Say what you want about the “old ways” of doing TV but there was something special about weekly new episodes, at a set night and time. Sure, you might tune in for a new show but for it to become a part of your week, to take up a specific moment of your already all too finite existence and to do so on a regular weekly basis, it had to be good. It had to earn that time slot. Now TV isn’t just fighting for a chunk of my time between 8:00pm and midnight every day. It’s fighting for any time it can get all day long, along with reading, writing, grading, lesson planning, going to the movies, and time spent with loved ones. No matter how I try, I can’t seem to find a way to effectively stream a show.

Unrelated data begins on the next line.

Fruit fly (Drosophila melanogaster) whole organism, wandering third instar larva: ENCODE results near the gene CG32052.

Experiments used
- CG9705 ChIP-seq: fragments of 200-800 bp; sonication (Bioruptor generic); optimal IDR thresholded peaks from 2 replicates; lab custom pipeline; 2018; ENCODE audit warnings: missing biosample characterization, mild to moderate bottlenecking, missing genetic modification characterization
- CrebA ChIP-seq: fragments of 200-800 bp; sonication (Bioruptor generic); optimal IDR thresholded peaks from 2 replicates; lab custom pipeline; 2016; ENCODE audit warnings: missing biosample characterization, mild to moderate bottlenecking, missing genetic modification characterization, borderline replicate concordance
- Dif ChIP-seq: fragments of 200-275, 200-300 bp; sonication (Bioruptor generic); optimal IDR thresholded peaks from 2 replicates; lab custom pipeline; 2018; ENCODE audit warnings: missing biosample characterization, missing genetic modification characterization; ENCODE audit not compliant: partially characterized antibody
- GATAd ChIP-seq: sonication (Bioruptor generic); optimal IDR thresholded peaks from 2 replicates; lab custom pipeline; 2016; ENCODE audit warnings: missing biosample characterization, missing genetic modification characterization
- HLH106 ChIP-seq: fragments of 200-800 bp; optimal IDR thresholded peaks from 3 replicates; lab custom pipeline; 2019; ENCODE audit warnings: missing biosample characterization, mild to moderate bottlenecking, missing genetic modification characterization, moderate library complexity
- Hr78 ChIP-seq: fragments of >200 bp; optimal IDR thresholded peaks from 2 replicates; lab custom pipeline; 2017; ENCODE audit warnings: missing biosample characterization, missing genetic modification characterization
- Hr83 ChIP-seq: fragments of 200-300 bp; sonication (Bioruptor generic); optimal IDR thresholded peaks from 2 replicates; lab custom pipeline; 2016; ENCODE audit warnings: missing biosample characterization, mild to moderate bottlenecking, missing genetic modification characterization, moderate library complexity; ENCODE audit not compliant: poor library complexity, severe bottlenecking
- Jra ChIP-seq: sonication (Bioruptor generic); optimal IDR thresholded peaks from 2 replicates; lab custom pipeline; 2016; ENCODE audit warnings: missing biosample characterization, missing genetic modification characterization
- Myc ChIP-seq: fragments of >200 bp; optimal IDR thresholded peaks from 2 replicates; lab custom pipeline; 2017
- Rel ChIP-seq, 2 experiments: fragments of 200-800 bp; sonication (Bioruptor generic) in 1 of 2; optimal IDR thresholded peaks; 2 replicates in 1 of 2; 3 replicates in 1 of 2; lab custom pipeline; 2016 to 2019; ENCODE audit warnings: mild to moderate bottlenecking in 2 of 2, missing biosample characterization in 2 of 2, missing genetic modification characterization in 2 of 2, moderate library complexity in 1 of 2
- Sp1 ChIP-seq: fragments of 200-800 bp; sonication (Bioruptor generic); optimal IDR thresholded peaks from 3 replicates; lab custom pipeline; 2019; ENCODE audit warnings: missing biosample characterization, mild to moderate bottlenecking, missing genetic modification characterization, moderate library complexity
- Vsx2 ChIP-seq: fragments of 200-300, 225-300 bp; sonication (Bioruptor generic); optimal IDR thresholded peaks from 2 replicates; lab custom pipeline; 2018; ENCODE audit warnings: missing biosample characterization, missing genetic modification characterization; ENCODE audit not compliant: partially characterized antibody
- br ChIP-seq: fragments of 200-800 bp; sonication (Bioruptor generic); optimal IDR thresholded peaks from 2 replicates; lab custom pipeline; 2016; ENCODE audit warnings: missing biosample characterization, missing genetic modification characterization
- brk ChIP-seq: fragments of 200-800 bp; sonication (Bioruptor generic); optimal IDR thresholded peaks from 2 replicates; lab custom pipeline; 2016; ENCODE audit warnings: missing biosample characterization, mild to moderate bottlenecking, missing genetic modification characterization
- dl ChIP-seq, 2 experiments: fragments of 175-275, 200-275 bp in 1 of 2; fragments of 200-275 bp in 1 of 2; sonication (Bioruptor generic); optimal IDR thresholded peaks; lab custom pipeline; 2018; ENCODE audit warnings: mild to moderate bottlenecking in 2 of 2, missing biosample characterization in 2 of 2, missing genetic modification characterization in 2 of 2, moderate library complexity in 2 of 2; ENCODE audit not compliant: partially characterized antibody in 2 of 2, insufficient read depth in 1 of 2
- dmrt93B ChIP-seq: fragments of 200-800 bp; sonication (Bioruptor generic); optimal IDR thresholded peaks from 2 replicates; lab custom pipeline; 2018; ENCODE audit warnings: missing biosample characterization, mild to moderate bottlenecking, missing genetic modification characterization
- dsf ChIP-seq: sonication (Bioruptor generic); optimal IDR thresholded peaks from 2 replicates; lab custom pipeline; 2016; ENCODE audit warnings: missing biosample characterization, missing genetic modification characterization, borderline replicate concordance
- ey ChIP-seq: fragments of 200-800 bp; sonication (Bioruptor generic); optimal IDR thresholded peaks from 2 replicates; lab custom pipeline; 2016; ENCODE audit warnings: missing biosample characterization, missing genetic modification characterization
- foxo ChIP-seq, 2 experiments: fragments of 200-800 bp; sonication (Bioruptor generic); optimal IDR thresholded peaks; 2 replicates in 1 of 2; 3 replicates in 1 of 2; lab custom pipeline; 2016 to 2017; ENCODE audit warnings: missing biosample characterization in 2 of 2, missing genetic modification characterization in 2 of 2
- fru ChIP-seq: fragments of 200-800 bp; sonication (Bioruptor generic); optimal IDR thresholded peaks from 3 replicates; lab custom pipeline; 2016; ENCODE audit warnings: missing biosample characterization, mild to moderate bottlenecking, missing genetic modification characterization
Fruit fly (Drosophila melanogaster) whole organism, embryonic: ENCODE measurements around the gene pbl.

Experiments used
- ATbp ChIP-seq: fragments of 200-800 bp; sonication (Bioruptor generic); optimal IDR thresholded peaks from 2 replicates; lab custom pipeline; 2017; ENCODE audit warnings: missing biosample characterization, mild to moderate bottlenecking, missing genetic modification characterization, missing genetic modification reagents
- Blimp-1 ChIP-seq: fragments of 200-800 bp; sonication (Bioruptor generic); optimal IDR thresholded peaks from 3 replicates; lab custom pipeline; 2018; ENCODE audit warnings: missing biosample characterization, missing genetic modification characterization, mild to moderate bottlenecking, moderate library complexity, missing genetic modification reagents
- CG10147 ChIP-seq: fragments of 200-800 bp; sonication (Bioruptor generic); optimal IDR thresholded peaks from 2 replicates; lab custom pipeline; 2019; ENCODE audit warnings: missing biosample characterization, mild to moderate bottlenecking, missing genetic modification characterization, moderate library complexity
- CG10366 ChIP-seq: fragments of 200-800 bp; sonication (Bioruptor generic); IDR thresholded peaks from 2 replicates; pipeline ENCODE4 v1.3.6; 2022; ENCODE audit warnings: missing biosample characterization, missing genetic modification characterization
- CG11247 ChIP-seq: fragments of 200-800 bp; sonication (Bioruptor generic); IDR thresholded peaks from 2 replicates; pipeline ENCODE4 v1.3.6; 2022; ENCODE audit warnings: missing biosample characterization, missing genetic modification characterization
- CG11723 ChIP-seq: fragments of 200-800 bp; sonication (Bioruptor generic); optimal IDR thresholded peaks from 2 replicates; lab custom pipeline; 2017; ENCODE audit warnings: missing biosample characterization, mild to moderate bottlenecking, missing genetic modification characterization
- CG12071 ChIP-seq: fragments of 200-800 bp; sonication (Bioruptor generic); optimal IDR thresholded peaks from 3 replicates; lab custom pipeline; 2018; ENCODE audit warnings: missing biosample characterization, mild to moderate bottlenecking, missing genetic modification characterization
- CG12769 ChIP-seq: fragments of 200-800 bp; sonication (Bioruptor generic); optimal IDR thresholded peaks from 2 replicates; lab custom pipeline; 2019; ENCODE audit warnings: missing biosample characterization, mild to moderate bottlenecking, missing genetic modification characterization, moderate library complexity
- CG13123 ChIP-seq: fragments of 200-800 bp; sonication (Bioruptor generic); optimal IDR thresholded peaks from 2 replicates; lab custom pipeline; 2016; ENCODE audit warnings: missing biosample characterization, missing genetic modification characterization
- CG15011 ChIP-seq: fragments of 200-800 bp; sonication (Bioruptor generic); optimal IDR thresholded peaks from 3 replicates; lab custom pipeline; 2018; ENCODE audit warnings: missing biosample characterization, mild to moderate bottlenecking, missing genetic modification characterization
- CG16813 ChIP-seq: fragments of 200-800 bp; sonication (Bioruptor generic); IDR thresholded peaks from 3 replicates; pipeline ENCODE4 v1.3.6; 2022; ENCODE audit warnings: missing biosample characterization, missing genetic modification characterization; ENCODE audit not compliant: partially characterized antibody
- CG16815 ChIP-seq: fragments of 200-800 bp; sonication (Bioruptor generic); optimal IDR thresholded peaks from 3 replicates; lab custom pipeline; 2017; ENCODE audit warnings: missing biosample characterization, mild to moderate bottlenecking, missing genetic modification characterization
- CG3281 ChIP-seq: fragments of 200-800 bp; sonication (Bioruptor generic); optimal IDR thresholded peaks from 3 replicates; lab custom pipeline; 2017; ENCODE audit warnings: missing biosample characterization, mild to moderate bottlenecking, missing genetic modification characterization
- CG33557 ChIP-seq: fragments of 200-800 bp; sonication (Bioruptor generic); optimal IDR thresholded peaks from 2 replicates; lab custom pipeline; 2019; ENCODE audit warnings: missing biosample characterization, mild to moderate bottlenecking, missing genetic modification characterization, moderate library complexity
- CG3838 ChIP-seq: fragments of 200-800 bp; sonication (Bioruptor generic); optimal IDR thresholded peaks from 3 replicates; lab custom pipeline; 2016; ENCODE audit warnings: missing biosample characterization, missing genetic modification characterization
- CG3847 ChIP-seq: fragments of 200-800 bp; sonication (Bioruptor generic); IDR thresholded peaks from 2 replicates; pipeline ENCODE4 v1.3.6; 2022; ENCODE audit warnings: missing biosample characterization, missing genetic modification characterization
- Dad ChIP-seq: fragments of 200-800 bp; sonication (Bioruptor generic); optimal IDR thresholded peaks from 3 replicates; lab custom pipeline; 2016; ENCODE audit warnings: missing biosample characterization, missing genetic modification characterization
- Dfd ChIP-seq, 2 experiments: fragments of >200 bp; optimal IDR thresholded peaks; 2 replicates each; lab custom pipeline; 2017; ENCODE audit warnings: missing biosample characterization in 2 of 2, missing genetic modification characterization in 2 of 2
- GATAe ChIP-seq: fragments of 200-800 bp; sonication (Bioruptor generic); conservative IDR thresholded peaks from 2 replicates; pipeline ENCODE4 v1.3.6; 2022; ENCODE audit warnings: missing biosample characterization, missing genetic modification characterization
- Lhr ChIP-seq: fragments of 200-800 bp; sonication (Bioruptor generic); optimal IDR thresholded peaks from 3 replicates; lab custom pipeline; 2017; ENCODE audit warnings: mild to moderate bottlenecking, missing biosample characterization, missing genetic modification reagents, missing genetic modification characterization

I mean I STILL HAVEN’T FINISHED STRANGER THINGS 2. There’s just always something else that wins my time.
I grant part of this is simply a by-product of my age. Old dogs, new tricks you know. But Scrubs, The Office, and the others only had to compete for an half hour or an hour each week and, upon winning that loyalty, they – along with The King Of Queens, Seinfeld, and The Gilmore Girls – managed to earn the right to be watched whenever I wanted to because I got the DVDs. They weren’t something new fighting for a piece of my precious free time. Rather they were something I already loved and knew was deserving of that time. And I just can’t figure out how to do this with streaming services.